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Further to Newbe's comment, if you purchase a condo in a high vacancy complex past the handover date from the builder, you can be responsible for a high percentage of the property tax and insurance. Do your homework.
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Old Mar 30th, 2010, 12:56 PM
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Thanks for all the responses guys! I think I am going to pass on this one...and I am now working with a realtor and my SO and I will be heading down to FLA to check out some places in person.

Thanks again
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Old Mar 31st, 2010, 04:21 AM
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In general, any purchase of a second home or "investment" property based on the expectation of being able to rent it is not a good idea today. I know people who have been burned, sometimes badly, in Nag's Head, Nantucket, Cape Cod, and certainly in Florida.

If you can't afford it without the rental income, you can't afford it. If you can, the rental income can be nice, but you have to be very, very careful, especially in Florida.
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Old Mar 31st, 2010, 05:21 AM
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Whenever offered an investment deal that sounds really good take the advice of Don Vito Corleone and ask: "What have I done to deserve such generosity?"

There are reasons that assets sell cheap - it's either because there isn't a market for them or the assets aren't what people believe them to be.

I'm not an expert on Orlando real estate and you've gotten great advice from those that are. But, consider your "rental income" plan as being in competition for a decreased level of vacation spending of the near future.

Before considering an investment take a step-back and think about it from the prospect of someone that is your customer - which is effectively what someone who rents your unit will be.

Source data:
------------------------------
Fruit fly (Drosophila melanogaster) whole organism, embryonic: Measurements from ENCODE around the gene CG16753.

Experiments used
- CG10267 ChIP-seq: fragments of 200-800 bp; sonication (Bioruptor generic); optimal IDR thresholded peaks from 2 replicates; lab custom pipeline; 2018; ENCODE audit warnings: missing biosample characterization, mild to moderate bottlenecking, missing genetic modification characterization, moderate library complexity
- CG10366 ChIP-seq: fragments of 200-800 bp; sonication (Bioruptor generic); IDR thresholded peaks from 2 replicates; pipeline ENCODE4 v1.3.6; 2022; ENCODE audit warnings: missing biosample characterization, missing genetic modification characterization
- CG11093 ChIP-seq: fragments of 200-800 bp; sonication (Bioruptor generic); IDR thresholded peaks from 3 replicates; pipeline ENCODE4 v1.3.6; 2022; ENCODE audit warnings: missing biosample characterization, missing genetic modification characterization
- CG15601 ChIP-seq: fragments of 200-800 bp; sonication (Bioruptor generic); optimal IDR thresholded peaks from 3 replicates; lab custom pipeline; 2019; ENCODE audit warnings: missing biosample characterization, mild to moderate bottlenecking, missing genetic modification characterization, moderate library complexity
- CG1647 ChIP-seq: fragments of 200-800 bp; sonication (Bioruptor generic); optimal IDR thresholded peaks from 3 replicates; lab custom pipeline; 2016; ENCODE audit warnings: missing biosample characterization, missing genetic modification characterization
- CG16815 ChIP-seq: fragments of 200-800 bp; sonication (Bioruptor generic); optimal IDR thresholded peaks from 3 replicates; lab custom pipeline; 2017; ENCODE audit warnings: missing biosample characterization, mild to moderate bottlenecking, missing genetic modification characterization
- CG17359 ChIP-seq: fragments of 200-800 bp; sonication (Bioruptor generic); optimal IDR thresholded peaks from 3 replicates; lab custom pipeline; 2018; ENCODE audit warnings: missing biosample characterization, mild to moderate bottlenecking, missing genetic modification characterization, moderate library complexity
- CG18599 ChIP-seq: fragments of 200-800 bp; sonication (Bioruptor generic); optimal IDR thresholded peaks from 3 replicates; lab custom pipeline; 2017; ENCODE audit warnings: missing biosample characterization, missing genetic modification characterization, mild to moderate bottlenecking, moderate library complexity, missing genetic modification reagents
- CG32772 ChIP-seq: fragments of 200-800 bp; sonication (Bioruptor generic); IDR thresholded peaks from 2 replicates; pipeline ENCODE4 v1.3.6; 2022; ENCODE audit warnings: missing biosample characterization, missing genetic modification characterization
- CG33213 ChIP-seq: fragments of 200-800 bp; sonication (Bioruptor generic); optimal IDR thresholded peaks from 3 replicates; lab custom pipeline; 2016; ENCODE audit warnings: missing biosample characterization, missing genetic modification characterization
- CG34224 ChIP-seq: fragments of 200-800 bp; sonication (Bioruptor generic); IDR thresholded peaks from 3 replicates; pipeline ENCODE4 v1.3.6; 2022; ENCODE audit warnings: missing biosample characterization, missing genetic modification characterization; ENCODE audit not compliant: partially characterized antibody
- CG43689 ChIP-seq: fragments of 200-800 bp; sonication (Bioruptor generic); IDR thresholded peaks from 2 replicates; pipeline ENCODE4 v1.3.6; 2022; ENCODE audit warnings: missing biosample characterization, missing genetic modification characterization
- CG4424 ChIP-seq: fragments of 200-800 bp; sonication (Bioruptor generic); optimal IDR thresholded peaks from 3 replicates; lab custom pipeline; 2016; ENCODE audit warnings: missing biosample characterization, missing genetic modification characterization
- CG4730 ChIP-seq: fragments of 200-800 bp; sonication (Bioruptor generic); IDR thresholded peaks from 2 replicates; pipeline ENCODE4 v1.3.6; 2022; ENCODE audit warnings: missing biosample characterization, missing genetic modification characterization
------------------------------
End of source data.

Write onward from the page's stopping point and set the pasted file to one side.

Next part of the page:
How would someone find your unit? Is there a cost to you for them doing so? After deducting your cost of listing or fees to the broker on a rental, what's really left for you?

Most important as someone pointed out - if you can't afford it without rentals than you can't afford it. Renting your property should be seen as benefit to reducing your cost, not an integral part of how you will pay.

Before looking at something, I'd look at the rate of people "flipping" their units. Effectively, how many had the same idea but realized the reality and sold. You can ask what the average ownership length has been.

More importantly, ask what percent of their units that have been put up for sale have been purchased by EXISTING owners in the past year.

With so many having cash-flow problems vacation properties are usually an early decision to cut expenses. Not everyone is in that situation - which should mean that existing owners in a development know a good deal when they see it.
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Old Mar 31st, 2010, 06:13 AM
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I assume you are familiar with the following additional pieces of info:

the rather "unusual" way in which property taxes are assessed in the state of Florida

the requirements for getting your hazard insurance underwritten (assuming you'll need it) and the possible limitations and COSTS you may not be aware of
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Old Mar 31st, 2010, 06:24 AM
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Great point from Dukey.

I found an article I recalled reading a few years back on this subject. It's from 2006, but the issues may still be every relevant.

http://www.realestatejournal.com/buy...3-morales.html